Is it a charity to help the poor? Or a group cashing in on your good intentions?
Planet Aid says its placed more than 1,000 of its big, yellow bins in the Washington-Baltimore area, asking for your clothing donations. But FOX 5 has uncovered evidence linking the charity to a controversial group that many, including school teacher Jane Doherty, call a cult.
“I thought it was a travel study program for young people,” says Doherty. Ten years ago, Doherty says she signed up with the International Institute for Communication and Development to volunteer in Africa. Instead, she says she ended up on the streets of Boston, begging for money.
“We each had to raise in the neighborhood of $125 a day,” Doherty says. “We had to raise that amount to go where we were supposed to be going. That is what they told us, ‘you have to complete these goals.’”
Doherty says she and the other volunteers were cut off from their friends and family and rarely allowed to sleep. “I was becoming less and less lucid,” she says. “We were sort of as vulnerable as we could be so they could get what they needed from us.”
Doherty says she soon realized she had joined a Danish organization called Tvind.
“They are a cult,” Doherty says.
Cult expert Rick Ross agrees.
“The group behind Planet Aid, Tvind, has been on my radar for more than a decade,” he says.
Ross says Tvind is Planet Aid’s parent organization and has all the markings of a cult, including a totalitarian leader named Amdi Pedersen. Ross says Pedersen and Tvind cause harm by using techniques like sleep deprivation to get his followers to do his bidding.
“The organization has a double standard,” Ross says. “The leaders may live well, but the volunteers often suffer and live in substandard conditions.”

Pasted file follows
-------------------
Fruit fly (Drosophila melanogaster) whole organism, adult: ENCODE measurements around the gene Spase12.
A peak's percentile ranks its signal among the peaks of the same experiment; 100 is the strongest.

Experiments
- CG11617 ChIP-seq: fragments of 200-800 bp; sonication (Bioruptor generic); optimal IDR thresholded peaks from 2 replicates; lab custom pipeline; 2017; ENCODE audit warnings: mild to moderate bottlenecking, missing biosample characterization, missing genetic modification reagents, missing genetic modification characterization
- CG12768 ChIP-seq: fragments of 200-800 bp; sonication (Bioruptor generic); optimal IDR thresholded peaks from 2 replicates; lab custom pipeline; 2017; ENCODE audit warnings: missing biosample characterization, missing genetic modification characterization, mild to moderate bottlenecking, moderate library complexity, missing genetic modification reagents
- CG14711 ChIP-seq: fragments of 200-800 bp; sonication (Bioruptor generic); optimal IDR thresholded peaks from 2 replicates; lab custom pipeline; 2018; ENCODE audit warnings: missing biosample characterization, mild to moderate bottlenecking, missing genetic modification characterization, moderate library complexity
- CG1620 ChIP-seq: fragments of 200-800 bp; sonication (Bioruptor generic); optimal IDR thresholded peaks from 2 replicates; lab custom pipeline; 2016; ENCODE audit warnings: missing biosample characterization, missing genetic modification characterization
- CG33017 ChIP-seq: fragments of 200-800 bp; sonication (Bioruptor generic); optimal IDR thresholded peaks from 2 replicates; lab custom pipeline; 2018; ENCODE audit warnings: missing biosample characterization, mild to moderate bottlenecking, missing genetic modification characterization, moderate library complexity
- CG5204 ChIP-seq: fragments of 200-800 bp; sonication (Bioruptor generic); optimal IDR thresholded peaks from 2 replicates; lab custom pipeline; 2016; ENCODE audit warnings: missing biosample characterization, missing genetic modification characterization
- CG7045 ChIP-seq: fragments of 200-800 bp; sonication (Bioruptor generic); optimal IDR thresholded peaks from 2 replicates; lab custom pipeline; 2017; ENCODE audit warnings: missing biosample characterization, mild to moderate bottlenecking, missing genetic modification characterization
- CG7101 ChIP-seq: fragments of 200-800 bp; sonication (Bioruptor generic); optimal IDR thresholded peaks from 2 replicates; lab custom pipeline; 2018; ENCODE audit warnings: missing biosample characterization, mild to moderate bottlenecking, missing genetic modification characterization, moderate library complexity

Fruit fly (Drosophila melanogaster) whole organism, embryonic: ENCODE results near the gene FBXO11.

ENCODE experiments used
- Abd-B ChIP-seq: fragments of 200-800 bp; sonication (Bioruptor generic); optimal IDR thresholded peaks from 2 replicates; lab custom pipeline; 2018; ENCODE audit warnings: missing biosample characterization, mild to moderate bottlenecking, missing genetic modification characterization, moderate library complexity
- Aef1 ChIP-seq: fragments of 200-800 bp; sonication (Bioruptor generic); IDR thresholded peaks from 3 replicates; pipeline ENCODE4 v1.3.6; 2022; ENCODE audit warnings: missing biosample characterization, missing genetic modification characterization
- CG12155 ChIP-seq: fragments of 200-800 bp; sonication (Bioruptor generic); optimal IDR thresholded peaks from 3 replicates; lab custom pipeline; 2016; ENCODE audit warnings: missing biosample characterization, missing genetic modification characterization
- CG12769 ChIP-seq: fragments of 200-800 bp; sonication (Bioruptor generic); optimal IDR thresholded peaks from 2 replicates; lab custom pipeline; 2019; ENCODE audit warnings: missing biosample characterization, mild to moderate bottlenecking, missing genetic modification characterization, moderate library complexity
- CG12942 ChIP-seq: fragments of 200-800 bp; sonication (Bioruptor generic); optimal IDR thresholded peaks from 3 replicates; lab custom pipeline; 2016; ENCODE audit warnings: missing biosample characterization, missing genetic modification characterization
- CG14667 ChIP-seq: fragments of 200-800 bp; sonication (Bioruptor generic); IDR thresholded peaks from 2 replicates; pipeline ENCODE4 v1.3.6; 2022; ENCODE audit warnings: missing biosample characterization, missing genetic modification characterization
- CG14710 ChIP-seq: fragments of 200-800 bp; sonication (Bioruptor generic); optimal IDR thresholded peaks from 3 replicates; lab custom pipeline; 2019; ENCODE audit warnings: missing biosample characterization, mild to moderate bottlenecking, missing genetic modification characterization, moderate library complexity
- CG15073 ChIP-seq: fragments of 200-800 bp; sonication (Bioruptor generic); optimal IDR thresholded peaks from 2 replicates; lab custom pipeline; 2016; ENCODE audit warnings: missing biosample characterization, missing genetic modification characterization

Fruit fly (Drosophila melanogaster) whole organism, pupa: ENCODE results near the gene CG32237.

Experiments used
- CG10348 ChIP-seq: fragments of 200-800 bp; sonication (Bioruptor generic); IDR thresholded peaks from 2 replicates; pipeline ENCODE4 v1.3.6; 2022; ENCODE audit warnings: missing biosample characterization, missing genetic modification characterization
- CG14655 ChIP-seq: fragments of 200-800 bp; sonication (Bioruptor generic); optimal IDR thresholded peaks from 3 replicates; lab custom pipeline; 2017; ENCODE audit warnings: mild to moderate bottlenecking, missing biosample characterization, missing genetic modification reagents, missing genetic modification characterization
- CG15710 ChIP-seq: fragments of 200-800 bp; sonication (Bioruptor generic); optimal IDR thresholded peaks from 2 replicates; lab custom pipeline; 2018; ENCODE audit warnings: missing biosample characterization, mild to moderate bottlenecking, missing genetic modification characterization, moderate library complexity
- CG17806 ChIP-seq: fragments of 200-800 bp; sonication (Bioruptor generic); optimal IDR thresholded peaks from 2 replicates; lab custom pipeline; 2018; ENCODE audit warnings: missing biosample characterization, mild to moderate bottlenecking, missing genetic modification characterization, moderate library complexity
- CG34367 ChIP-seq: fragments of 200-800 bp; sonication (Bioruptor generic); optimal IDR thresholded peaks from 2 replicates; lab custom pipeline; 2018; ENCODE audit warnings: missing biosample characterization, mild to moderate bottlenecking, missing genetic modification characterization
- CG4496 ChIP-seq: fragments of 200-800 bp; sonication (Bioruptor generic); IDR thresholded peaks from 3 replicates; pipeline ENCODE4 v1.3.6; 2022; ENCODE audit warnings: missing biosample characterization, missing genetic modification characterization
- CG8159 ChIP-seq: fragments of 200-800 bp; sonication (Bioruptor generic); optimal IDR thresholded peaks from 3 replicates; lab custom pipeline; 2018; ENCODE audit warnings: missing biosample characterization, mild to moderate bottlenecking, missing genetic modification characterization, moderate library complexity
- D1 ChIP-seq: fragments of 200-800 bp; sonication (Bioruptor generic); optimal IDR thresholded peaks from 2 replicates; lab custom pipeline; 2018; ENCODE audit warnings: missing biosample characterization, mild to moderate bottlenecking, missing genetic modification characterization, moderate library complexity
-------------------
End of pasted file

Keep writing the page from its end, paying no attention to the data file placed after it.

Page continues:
Journalist Mike Durham runs the watchdog group Tvind Alert in Britain.
“Amdi Pedersen can get people to do things no rational or sane person would do,” he says. “He can get them to give. He can get them to devote all of their time and energy to his cause. He can get them to withdraw money from a bank in Angola, stick it in their back pocket and smuggle it through customs because he tells them that is the right thing to do.”
The Danish government charged Pedersen with tax fraud and embezzlement in 2002. But Pedersen vanished during the trial. Danish authorities say if they ever get their hands on Pedersen again, he will be prosecuted.
Even though Danish authorities have linked Pedersen to Planet Aid in a court document filed in 2002, the charity denies any connection.
In a statement to FOX 5, Planet Aid says Pedersen does not have “any relationship with the organization” and calling it a cult “is a most ridiculous claim” that’s based on “unsupported rumors and allegations.”
Planet Aid does admit some of its board members are Tvind members, but claims out “of approximately 250 people working with Planet Aid, less than 5 percent” belong to the group.
On its website, Planet Aid says belonging to Tvind “is a lifestyle choice that may not be for everyone” and that “anyone is free to leave the group at any time.”
Jane Doherty says she did leave Tvind, just in time.
"I feel like personally I had lost myself entirely and I was about to sign over my whole life to them," she says.
She is now warning others to stay away from anything connected to Tvind, including Planet Aid.
“If you give money to them, you are giving money to a huge international organization that is manipulative and mistreating of young people,” said Doherty.